No matter how cold it was outside there was always a square foot of pavement on Main Street that radiated heat. It was as though all the heat decided that to stay warm in the winter it would congregate in this square foot of space in front of Dreamwood Terrace. I paused here briefly on my way down Dreamwood Ave, to Frank's bookstore hoping to store up as much heat as I could before I committed to the walk. The olive green coat I normally wore now belonged to whichever Dreamwood resident had found it in the mail room at the start of the week. As far as layers go, I didn't bother with them much anyway to begin with. It was unseasonably warm so I left on the loose fitting white t-shirt I wore to bed.
The bookstore opens at 8. There's never any reason for me to be late to work, I wake up at 4 and have three hours to get ready, but I hardly ever show up on time. Frank's hardly got any business. Occasionally a student from the community college a few blocks away would stumble in looking for a break from the big business bookstore model, but other than that the store stood still, collecting dust on first edition copies of the classics. Despite the lack of profit the store made, I managed to keep my job there for a steady two years. The hum of the radiator staved off anxiety.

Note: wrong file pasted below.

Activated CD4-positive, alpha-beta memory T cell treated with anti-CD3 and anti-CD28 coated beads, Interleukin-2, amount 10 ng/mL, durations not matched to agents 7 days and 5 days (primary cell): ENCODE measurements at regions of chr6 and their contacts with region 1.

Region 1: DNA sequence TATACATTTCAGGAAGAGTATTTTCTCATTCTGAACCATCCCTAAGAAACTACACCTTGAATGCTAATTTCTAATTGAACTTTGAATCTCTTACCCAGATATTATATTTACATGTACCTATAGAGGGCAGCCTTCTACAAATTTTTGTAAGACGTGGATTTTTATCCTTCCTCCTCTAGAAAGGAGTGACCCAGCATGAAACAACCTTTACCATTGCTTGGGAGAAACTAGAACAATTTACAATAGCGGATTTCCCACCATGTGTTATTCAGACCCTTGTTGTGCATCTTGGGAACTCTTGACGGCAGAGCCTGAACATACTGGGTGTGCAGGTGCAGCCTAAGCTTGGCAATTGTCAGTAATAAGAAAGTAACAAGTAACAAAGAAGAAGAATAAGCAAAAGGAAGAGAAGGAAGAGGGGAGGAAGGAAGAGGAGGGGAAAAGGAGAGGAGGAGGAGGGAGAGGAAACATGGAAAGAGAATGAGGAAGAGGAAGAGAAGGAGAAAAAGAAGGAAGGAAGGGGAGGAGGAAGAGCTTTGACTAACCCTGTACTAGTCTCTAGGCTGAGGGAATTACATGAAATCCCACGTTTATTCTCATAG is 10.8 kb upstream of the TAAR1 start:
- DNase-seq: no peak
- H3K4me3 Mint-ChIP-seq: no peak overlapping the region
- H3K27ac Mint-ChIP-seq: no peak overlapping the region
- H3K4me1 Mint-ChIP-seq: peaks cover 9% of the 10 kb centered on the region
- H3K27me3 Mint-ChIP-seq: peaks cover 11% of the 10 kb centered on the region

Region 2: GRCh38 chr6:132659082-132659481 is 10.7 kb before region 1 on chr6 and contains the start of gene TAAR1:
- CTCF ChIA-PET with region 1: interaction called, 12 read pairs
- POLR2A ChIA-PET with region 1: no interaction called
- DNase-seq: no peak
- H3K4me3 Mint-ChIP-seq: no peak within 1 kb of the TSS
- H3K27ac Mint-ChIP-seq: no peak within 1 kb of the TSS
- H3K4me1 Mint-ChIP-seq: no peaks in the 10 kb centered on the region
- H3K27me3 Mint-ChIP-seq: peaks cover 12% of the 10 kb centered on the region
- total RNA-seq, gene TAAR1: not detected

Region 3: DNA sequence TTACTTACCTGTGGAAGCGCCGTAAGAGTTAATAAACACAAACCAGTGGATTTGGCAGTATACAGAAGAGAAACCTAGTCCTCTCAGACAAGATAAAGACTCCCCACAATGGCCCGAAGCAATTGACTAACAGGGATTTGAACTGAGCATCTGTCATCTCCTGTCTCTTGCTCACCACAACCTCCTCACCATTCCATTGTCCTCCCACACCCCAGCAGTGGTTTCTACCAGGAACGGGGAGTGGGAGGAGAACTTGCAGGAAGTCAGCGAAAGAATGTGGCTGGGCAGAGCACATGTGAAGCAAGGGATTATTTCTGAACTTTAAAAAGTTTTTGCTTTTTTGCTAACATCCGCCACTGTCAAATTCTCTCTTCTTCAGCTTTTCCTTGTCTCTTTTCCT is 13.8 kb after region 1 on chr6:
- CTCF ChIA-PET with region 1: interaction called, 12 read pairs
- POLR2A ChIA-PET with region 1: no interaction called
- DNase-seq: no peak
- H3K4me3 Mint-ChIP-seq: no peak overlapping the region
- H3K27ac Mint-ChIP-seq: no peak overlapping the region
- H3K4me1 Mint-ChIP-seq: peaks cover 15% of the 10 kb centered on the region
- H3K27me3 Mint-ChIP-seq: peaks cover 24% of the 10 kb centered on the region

Ignatious Bellmont drove up in a creaky old truck at 10 o clock. He walked to the door with his own folding table table under his arm and a slight limp in his gait. Outside of his car were three cardboard boxes, presumably filled with the book he was peddling, "How to Make Friends and Keep Them" or something like that. Unmemorable. My palms were sweating for him, his ambitions were high but I knew he'd be lucky if he sold even two copies today.
In the back corner of the shop stands a fifty year old grandfather clock, the only item in the store that I bothered to dust regularly. Bellmont and I sat through five hour chimes before someone even walked past the store. A tall man in a long dirty coat sauntered up to the big store front window and leaned his back against it. He pulled a joint from his pocket, lit it, and began to take deep contemplative pulls. Picturesque in nature. The Canon Rebel T3i I'd bought two years ago to celebrate my job at Frank's sat by the register. It was a few models behind but the memories that came with it prevented me from upgrading. I grabbed it and stood next to Bellmont and began to shoot the man standing in the window. Shooting relaxed me, I forgot about my anxieties, my low income. I forgot about Bellmont sitting beside me, fan-less and disappointed. The man in the window and the smoke lifting in the air had captured my complete attention.